The outdoor recreation industry — without our really knowing it — has become a major force in the US economy.
An outdoor recreation advocate brought her message to Sitka this week (2-27-19). Lee Hart lives in Valdez, and is the founder of Confluence, an annual gathering of outdoor recreation stakeholders that she hopes to evolve into a full-blown marketing firm — or even a state agency.
Hart told the Sitka Chamber of Commerce that outdoor recreation had topped $7 billion dollars in Alaska.
Nationwide, the economic figures were staggering.
“The federal government has officially recognized outdoor recreation as its own economic sector,” said Hart. “On September 20 of last year they released the first data about our industry, and even Commerce Secretary Wilbur Ross says that people will be astounded at the size of it: $412 billion in US GDP (Gross Domestic Product), and 2.2 percent of the economy. People spend more on outdoor recreation than the pharmaceutical industry. Think about that!”
Hart believes the time has arrived to be more strategic in the way communities look at outdoor recreation. Many places in Alaska, Sitka included, have terrific outdoor recreation opportunities, but they tend not to be recognized for their economic potential.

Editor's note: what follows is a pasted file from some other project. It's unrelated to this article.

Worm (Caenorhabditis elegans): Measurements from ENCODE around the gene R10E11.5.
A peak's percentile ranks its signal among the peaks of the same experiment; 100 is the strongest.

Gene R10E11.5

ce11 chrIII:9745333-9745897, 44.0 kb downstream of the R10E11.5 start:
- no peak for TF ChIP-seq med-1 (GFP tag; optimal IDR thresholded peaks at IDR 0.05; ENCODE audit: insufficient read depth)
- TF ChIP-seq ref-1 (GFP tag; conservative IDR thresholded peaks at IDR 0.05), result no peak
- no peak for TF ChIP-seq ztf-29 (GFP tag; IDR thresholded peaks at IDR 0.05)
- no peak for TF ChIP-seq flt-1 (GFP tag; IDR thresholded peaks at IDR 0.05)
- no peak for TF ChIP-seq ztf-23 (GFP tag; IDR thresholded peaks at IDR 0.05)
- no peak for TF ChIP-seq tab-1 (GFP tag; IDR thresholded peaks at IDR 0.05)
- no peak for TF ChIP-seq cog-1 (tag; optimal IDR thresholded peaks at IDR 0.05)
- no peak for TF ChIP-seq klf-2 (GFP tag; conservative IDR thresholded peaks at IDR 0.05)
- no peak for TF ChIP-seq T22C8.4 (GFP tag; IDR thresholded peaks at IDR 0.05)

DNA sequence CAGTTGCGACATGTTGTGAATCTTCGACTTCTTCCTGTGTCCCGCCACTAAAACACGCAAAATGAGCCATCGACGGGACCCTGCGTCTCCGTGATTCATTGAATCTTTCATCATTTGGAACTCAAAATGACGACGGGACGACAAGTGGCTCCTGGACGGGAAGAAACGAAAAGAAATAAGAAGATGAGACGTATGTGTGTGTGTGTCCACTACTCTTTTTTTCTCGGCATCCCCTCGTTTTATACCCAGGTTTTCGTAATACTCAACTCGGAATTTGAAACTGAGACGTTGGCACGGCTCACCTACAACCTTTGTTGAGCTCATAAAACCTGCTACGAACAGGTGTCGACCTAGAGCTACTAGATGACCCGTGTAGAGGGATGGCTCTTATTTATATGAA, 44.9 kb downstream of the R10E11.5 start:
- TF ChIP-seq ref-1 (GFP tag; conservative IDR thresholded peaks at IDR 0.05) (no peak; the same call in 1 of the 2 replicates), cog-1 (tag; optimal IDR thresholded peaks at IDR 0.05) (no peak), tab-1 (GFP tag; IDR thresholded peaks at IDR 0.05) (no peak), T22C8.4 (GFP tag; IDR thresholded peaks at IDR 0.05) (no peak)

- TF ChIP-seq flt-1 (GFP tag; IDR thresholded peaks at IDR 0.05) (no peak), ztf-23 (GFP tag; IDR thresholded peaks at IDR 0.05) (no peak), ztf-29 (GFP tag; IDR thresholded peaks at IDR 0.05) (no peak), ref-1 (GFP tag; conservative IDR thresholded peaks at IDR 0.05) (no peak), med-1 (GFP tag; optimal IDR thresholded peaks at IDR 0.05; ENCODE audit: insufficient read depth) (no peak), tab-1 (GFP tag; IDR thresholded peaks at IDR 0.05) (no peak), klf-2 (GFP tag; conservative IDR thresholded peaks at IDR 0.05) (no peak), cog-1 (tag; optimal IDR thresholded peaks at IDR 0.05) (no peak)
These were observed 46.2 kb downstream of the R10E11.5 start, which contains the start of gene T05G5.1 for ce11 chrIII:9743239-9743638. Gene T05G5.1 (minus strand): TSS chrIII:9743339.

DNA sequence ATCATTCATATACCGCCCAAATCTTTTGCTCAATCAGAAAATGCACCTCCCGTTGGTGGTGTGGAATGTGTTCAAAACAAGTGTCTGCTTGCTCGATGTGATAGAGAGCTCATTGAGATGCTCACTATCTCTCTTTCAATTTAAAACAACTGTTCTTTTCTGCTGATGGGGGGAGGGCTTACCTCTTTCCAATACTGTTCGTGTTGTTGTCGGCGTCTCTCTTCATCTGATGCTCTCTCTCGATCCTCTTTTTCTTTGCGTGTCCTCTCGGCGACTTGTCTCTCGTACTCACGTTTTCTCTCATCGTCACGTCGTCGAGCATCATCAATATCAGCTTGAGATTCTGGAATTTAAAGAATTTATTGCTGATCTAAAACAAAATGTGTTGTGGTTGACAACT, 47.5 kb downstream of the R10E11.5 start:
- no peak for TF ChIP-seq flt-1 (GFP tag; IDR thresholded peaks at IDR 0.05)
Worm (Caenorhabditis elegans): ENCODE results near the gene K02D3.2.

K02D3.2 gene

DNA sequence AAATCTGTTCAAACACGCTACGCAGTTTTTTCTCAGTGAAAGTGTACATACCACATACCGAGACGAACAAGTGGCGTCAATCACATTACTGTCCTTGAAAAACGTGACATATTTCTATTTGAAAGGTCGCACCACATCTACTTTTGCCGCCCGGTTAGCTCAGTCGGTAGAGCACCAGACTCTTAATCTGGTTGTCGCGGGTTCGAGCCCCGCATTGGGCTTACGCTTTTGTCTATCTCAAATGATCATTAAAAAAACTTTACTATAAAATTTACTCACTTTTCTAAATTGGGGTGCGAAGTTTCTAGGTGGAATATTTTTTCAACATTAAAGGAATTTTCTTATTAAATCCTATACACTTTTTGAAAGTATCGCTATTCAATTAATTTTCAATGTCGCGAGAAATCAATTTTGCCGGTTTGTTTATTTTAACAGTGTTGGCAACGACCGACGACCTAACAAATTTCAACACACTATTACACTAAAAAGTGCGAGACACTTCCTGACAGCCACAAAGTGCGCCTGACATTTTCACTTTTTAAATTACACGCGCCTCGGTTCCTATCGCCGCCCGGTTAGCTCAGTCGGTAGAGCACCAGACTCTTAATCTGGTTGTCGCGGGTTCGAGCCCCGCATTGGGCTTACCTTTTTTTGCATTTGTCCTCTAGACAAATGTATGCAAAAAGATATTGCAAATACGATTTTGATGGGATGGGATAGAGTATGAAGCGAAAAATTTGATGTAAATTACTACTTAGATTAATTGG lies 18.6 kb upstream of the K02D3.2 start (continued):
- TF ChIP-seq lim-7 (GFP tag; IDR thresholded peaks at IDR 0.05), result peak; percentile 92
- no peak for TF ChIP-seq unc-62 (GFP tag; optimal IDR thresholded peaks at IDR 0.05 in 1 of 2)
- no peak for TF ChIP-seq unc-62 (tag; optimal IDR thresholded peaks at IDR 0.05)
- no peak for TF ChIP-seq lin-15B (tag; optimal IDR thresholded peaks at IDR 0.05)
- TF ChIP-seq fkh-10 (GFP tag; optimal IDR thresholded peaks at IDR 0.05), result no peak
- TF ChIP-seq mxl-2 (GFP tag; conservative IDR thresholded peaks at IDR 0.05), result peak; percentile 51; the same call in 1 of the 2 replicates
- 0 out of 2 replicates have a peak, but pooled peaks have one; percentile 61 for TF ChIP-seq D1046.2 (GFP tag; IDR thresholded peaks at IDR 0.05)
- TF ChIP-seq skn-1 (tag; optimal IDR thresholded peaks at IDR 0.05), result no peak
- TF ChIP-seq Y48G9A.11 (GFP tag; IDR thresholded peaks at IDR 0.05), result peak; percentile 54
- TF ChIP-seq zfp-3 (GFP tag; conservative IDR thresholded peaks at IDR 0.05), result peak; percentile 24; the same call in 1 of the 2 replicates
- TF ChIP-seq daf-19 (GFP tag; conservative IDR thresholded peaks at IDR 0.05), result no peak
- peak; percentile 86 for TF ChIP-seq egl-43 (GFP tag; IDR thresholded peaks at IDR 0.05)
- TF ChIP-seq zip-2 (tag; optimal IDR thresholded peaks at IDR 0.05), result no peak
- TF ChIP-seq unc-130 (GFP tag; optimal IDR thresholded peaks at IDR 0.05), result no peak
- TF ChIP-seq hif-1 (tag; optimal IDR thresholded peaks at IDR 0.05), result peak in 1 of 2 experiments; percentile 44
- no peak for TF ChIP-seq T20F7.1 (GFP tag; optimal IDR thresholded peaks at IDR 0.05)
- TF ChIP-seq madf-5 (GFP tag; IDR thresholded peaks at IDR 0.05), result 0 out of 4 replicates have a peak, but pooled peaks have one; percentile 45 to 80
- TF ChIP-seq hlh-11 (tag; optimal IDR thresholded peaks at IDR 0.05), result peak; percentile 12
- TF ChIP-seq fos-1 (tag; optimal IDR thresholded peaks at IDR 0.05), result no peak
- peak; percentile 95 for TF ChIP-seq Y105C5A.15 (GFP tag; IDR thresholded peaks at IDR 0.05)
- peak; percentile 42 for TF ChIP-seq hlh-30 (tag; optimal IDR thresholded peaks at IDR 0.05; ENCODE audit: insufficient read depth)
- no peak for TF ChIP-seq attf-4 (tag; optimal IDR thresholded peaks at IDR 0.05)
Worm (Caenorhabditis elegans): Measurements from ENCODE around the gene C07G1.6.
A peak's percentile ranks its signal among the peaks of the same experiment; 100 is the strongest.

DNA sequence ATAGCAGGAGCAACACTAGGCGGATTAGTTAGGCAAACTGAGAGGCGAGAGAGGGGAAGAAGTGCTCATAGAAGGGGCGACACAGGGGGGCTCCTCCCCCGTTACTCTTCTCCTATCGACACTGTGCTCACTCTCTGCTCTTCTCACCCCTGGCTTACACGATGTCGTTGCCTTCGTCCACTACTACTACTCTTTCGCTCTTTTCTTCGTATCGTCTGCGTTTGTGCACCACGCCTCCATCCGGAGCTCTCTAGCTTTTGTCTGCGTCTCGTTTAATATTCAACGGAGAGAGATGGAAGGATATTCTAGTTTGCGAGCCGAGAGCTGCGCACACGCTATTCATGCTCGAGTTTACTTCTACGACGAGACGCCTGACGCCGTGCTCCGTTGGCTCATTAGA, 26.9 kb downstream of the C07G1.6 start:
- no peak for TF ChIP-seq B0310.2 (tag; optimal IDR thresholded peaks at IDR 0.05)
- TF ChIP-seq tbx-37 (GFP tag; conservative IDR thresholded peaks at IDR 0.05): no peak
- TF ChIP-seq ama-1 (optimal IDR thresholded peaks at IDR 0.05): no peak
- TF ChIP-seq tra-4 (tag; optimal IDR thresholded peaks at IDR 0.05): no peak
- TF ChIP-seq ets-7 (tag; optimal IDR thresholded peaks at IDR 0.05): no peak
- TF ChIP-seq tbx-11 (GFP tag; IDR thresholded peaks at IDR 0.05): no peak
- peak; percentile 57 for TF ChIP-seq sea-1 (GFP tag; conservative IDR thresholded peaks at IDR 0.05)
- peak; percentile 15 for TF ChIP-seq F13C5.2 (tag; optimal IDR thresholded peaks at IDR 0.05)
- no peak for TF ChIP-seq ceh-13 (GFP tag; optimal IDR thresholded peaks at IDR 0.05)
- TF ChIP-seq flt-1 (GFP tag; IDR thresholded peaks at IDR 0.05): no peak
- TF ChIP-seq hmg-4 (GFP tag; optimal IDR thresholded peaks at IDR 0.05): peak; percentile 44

“I’m trying to get people to think differently about this industry, and in a way I call it ‘seeing the forest through the trees,’” she explained. “It’s all around us: Everybody paddles here, or bikes, hikes. The trails here — what little I’ve had time to explore — are spectacular. But we haven’t really thought of it in aggregate as an industry. That’s what we’re trying to do. Act like that.”
Hart is regrouping after a failed attempt last year to create a state Office of Outdoor Recreation. A bill was drafted, but did not get out of committee. She said that over the last two years, 10 states had created similar offices, bringing the nationwide total to 13.
She reminded chamber members that outdoor recreation was transformative. Hart grew up in Colorado, and saw what took place in that state and in its neighbor, Utah.
“Moab, which was a uranium mining community — almost dried up and blew away,” she said. “And then it started to attract climbers, and then it also invested in developing mountain bike trails. It is now a thriving Mecca of outdoor recreation, and the capital of outdoor adventure sports in Utah. Same thing in Fruita, Colorado. Fruta was kind of a postscript to Grand Junction. It didn’t have much going on. They decided to get on the mountain bike train. Right outside of Fruita there’s a sign that the Moab Visitor’s Bureau put saying ‘Come to Moab!’ to try to lure people from Fruta. They’re only a few hours apart. It’s quite competitive and it’s a very big economic impact for these communities, and literally has saved some of them.”
After visiting Sitka, Hart was bound for Ketchikan. She then has plans to visit Fairbanks, Palmer, Soldotna, and Anchorage before organizing the fourth annual Confluence in Talkeetna this fall. And then, she hopes to have enough input from Alaskans to chart a course for the organization, “whether more advocacy-oriented, marketing-oriented, business development-oriented — or some combination of all of them.”